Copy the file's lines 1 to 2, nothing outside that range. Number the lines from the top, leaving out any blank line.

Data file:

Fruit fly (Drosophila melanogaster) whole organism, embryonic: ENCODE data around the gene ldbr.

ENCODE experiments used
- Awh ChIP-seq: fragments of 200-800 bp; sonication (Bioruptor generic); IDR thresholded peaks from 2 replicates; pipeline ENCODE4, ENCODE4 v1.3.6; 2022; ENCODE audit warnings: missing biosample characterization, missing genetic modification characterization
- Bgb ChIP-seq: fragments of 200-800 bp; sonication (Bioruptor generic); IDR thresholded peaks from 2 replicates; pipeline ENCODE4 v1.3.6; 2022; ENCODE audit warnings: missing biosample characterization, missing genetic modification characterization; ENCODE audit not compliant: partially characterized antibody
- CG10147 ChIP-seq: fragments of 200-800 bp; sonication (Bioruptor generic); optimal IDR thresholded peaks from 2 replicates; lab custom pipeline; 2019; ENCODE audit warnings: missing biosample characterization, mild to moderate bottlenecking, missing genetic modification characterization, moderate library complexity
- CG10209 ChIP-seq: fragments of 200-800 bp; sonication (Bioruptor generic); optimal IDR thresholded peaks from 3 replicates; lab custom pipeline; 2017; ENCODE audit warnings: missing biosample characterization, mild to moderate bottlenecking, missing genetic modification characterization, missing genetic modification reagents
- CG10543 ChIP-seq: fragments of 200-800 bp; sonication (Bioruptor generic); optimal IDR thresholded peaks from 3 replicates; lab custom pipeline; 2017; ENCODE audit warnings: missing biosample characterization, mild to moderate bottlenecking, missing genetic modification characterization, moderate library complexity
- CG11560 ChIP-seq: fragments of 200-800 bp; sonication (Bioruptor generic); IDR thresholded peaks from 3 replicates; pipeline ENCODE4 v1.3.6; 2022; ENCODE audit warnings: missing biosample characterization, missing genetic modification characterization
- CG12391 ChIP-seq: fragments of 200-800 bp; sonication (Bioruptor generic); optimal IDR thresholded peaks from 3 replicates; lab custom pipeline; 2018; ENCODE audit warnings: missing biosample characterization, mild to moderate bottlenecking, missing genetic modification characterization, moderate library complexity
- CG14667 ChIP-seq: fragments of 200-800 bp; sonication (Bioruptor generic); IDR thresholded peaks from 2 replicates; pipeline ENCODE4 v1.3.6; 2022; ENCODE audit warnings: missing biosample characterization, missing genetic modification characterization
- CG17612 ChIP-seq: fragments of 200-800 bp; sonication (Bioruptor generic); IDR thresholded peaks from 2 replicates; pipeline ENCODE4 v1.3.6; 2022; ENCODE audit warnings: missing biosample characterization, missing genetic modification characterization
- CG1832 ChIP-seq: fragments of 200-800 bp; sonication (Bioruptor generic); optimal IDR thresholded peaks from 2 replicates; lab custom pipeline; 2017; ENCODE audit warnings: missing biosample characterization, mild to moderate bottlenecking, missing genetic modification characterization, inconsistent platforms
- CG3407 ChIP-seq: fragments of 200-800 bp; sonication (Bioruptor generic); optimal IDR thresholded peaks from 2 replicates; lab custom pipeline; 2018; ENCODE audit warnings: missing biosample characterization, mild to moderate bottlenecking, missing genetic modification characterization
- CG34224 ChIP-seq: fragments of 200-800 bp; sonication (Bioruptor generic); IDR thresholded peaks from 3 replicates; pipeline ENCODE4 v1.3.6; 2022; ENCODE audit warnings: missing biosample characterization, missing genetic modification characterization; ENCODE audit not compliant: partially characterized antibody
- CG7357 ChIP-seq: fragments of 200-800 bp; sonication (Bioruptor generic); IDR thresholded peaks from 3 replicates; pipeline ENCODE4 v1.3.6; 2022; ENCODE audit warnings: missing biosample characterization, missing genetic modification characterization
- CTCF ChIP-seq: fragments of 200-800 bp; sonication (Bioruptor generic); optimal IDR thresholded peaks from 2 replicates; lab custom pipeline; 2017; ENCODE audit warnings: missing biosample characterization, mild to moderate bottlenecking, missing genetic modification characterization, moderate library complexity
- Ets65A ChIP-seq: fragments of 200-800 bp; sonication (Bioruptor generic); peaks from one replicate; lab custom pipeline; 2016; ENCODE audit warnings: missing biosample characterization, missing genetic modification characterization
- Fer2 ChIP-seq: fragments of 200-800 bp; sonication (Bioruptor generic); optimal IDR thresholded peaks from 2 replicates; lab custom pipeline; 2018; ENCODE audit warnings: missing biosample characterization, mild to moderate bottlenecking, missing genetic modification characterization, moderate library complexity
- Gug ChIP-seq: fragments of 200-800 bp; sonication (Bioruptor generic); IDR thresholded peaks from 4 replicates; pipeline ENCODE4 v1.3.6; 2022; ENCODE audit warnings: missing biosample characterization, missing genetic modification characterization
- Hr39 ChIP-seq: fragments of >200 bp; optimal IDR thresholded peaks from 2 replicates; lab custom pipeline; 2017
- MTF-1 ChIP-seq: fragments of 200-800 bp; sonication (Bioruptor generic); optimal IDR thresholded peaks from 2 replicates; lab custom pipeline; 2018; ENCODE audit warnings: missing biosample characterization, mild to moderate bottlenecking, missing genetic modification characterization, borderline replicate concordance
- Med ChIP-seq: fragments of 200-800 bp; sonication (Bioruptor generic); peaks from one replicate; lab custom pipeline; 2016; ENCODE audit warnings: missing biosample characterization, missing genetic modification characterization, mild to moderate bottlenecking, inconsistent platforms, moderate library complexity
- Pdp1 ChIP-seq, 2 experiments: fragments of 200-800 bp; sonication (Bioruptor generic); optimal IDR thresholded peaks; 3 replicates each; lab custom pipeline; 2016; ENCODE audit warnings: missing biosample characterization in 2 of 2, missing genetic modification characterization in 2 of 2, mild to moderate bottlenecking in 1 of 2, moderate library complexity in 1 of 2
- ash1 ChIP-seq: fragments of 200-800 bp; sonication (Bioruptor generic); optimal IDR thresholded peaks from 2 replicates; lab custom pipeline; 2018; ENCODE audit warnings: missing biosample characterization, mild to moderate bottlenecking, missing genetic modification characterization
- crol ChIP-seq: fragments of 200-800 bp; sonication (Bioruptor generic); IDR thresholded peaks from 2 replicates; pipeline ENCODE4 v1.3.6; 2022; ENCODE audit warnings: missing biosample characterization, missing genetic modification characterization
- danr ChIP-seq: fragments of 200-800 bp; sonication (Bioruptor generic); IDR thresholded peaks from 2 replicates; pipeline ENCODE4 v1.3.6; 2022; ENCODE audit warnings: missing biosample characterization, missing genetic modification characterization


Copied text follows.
Fruit fly (Drosophila melanogaster) whole organism, embryonic: ENCODE data around the gene ldbr.

ENCODE experiments used